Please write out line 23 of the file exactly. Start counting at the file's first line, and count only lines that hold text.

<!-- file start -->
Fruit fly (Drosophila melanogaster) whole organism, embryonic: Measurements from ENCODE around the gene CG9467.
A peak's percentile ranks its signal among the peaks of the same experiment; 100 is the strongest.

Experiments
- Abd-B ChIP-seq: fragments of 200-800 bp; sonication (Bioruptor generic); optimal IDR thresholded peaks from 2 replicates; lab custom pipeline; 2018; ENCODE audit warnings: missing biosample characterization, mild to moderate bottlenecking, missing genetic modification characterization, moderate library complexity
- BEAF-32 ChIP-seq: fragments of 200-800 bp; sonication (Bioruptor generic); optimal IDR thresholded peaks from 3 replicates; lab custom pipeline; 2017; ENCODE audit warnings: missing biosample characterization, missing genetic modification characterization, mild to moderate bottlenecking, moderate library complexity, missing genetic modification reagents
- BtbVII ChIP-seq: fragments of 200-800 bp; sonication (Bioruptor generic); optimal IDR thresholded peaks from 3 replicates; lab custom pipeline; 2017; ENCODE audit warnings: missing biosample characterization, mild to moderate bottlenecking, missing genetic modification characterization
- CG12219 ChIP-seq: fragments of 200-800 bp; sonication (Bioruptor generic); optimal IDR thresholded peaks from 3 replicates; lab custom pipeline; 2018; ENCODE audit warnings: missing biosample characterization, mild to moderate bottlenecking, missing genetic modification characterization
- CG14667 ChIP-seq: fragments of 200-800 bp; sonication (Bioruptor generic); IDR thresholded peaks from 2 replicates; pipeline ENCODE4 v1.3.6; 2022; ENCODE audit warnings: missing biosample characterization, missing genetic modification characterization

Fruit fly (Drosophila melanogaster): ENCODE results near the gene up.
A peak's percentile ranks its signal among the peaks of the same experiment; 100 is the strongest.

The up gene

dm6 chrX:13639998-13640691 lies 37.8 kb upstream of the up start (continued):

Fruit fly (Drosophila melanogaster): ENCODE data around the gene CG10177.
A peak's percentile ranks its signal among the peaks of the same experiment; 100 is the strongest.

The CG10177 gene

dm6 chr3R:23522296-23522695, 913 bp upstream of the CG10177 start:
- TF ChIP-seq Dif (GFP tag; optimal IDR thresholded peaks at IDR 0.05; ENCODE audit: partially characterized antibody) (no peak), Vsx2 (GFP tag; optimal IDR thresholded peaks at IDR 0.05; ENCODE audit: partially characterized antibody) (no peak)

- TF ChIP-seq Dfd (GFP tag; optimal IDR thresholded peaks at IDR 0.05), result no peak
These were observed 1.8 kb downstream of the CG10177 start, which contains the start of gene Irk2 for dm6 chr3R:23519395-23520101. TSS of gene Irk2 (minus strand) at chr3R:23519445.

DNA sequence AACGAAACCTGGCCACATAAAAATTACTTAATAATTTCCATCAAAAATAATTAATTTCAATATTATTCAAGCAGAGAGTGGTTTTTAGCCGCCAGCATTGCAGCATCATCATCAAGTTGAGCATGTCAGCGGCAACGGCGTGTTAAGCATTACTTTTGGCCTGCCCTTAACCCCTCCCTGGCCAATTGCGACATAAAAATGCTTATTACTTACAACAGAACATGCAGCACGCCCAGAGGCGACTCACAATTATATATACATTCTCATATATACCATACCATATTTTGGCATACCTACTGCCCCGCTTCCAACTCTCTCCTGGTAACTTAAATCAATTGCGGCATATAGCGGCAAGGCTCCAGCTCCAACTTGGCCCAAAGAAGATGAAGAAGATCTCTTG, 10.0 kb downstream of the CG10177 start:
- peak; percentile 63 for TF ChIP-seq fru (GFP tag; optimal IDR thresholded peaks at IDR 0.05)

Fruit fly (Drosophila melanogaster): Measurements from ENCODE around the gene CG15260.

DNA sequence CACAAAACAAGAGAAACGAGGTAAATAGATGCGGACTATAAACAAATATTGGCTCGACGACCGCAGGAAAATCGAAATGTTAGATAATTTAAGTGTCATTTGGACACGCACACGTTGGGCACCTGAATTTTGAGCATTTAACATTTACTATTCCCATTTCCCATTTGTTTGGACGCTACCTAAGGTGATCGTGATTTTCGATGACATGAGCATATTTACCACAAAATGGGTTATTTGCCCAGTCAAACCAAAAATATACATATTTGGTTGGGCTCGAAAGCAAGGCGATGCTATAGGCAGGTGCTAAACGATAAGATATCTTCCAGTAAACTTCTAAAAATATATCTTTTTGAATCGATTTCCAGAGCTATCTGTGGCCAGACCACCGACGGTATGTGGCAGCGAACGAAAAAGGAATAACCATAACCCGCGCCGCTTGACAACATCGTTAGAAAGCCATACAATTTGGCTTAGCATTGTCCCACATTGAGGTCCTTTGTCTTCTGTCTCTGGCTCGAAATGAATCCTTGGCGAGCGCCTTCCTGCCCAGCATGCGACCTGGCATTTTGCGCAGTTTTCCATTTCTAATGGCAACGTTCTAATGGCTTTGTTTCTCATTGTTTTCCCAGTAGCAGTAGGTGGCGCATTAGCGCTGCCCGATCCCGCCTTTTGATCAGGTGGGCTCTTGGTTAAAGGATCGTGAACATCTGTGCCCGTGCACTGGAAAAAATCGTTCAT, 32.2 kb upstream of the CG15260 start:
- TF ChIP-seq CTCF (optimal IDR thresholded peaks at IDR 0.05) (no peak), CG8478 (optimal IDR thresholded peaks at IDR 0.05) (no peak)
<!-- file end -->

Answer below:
DNA sequence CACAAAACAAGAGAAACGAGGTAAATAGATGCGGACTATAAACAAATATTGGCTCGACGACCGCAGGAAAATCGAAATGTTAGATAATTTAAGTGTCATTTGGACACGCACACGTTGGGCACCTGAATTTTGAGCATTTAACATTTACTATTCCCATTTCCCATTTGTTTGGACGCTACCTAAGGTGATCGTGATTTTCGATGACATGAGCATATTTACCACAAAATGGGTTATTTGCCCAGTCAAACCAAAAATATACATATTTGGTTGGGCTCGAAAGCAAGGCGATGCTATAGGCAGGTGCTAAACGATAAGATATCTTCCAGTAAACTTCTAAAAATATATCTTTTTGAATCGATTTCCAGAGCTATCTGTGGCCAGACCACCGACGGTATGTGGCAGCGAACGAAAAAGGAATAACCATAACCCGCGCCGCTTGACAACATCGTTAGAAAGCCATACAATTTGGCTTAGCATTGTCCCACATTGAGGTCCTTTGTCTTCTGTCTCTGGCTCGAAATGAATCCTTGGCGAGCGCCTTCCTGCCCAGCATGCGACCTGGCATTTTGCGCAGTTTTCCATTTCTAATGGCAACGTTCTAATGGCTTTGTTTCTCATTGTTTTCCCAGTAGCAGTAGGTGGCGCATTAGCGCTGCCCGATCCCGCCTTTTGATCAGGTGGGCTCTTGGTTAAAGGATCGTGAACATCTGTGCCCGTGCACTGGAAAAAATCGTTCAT, 32.2 kb upstream of the CG15260 start: